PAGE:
I like a bit of macro insect work, and used to spend hours chasing bees, beetle and spiders around the garden for ages. I adore bee photos, some of my favourites are here: Blossoms and Bees
I have not done many macro insect photos lately. Chasing a small child makes chasing insects more challenging. The other afternoon, on yet another very hot day, we were outside getting the clothes off the line and noticed that the area where the alpacas sprinklers are located – yes our alpacas have sprayers set up for them for very hot days – was populated by some very large butterflies. They had been drawn to the wet ground and were flapping around playing in the mist. We see these butterflies quite a bit. They are quite large and very pretty. Unfortunately they have an affinity for our citrus trees and tend to grow from caterpillars that will destroy our citrus overnight. The butterflies are gorgeous, but the caterpillars drive me nuts with their destruction.
Anyway, with our friendly butterflies fluttering about everywhere I headed back inside to grab my camera and macro lens. I have never managed to get a decent photo of these guys before. They fly high and fast and are tricky to capture. Although they were far from staying still they were easier to track as they were playing in the water.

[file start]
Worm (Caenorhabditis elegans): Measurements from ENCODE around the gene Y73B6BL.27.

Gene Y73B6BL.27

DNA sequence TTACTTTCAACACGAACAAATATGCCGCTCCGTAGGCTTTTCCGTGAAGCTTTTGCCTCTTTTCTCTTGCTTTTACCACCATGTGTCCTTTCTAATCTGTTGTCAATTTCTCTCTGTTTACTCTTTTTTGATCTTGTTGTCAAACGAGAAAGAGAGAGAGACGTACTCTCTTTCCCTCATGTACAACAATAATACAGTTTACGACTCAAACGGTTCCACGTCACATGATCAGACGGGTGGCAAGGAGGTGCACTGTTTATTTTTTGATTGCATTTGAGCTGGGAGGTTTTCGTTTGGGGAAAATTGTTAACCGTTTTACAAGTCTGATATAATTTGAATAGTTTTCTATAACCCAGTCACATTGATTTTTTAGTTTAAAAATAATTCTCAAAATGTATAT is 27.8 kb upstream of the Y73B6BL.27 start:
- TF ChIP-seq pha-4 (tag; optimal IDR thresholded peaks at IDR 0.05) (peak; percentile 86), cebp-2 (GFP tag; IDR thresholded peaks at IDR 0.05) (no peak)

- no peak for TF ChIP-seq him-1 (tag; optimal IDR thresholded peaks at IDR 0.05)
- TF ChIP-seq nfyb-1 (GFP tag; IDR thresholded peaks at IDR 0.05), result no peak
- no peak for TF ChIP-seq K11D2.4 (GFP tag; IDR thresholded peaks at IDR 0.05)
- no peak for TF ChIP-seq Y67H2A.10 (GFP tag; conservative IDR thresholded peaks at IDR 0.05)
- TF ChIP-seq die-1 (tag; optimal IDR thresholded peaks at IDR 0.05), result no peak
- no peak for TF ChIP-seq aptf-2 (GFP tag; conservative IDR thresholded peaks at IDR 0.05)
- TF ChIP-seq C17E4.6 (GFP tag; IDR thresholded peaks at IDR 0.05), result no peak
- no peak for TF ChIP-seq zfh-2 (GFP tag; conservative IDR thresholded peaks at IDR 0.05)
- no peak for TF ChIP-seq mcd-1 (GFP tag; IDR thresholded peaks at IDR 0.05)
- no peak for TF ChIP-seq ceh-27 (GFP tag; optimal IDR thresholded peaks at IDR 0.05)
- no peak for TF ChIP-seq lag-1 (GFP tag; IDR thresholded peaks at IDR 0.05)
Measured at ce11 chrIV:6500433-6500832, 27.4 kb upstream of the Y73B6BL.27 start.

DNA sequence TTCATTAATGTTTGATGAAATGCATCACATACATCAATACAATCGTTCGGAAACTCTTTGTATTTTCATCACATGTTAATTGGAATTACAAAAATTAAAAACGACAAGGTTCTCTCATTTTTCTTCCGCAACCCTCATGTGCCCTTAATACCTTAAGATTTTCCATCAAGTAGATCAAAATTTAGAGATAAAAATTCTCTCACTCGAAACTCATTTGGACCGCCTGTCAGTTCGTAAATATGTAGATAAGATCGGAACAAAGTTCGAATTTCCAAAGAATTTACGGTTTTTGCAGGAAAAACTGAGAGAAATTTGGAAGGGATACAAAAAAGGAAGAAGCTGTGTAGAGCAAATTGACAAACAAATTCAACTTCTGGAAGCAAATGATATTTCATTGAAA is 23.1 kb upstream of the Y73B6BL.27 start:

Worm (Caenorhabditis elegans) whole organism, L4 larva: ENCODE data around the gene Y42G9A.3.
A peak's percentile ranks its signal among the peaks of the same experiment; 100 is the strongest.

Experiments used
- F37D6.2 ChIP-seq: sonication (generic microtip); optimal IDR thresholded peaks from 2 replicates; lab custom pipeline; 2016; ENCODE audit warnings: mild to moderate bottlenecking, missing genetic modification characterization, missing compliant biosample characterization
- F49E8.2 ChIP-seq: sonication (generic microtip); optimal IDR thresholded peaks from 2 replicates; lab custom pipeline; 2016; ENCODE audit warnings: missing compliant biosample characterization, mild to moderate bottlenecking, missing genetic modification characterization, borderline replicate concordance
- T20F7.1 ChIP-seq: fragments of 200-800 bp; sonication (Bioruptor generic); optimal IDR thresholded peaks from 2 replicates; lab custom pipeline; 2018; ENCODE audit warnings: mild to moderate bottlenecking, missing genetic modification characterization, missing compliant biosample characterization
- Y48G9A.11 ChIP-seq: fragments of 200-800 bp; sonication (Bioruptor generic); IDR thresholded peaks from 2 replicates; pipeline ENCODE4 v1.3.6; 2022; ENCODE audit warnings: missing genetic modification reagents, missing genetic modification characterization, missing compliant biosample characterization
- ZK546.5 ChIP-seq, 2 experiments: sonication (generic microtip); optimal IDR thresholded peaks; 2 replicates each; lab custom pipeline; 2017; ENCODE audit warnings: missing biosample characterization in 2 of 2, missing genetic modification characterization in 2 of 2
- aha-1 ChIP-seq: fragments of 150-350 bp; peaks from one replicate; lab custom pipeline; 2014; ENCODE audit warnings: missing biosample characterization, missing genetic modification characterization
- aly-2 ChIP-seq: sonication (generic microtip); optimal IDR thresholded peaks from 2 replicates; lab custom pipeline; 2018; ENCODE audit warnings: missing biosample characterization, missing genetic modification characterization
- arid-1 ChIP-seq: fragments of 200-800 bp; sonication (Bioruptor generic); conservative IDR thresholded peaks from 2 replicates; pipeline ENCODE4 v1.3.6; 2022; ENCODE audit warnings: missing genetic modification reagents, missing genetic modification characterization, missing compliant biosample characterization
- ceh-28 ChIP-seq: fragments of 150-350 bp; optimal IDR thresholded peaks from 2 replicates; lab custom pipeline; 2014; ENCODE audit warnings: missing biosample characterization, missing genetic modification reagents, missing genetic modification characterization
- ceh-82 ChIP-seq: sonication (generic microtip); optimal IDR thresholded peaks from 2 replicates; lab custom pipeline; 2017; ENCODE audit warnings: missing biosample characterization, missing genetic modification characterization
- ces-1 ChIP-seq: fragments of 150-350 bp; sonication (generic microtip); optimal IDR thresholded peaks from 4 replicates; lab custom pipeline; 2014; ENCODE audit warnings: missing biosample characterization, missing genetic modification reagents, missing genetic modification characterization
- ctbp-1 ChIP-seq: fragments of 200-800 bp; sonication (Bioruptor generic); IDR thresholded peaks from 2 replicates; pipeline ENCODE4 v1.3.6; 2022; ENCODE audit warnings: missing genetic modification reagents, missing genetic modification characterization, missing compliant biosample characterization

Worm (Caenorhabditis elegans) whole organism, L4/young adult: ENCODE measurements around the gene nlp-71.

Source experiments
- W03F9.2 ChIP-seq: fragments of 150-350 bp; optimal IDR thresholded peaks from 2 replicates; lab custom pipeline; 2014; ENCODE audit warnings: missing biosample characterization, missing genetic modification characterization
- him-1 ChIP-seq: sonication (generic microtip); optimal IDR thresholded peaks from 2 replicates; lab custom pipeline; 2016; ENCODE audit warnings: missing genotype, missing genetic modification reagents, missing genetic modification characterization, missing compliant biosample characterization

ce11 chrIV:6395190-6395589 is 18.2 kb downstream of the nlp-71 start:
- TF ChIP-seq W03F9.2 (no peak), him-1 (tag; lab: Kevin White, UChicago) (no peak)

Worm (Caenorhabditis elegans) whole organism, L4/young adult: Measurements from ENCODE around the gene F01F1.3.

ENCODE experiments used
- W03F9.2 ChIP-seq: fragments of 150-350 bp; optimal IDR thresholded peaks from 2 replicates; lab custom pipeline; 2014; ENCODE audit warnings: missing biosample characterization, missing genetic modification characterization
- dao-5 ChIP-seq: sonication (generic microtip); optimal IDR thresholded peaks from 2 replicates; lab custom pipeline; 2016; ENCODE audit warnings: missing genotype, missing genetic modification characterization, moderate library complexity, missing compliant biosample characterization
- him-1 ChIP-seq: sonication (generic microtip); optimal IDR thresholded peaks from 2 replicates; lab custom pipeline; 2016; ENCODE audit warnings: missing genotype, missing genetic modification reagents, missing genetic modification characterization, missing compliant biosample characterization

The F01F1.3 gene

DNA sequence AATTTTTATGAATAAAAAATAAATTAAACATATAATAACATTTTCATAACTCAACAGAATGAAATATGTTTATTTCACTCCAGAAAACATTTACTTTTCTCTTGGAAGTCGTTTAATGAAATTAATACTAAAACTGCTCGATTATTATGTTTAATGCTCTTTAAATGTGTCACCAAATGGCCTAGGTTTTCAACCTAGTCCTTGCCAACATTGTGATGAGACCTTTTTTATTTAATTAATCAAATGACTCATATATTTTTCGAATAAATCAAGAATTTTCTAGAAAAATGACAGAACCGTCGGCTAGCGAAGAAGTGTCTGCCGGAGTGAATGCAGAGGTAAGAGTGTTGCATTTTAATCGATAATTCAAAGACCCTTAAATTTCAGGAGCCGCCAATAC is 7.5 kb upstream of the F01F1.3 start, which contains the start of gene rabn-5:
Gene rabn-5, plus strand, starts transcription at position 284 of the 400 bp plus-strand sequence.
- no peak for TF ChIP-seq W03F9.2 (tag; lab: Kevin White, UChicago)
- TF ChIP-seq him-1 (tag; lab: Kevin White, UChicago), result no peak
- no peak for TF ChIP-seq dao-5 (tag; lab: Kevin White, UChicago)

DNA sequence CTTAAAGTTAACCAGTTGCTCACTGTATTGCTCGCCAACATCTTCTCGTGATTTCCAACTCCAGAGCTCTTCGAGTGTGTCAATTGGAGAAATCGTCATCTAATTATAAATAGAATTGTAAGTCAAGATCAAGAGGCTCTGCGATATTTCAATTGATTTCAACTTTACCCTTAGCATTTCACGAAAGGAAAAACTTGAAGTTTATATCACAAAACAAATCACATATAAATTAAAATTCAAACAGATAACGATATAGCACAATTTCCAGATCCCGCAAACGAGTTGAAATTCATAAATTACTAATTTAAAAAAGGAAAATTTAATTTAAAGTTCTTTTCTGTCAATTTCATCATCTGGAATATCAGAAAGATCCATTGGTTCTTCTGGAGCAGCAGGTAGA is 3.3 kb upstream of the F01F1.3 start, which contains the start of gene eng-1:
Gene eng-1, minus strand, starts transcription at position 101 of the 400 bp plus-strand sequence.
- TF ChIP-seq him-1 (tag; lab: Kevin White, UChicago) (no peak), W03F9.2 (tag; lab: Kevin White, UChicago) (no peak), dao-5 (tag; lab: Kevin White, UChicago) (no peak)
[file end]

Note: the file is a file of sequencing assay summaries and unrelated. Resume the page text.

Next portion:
This was the first test for the new camera on moving insects. On my old camera I use a mix of auto-focus and manual focus but the D80 only has 11 AF points and you have to shift between them using the track pad. On the D7000 there are a greater number of AF options and these include 3D and ‘auto’ tracking. It also has 39 AF points. I played around manually adjusting AF points and also gave the auto AF tracking a go. It did a surprisingly good job at tracking the butterflies and I got quite a few well focused shots. I do prefer to adjust my focus points myself but the auto-tracking and 3D tracking worked well in this situation.
Of course climbing around the wet ground taking photos of fast moving insects was complicated by a toddler running around squealing and trying to ‘catch’ them. She had a ball but wasn’t the most helpful photography assistant.
Anyway, here are a few photos from our butterfly chasing session. Not my best macro work ever, but still not too bad, and a nice close up look at these pretty insects. Keep in mind when looking at the photos, that the butterflies were never still while I was taking the photos. The first two photos are taken at shutter speeds of 1/3200 of a second, which is about what I needed to get a still shot of their extremely fast moving wings. I love that you can see the fluoro yellow spots on their wings, something you can’t see when they are flying past.
The second set of shots were taken at 1/250 second and you can see the blur of their wings and the gold flecks.
This last shot gives a great view of the butterflies eyes, antennae and the hairs on his body.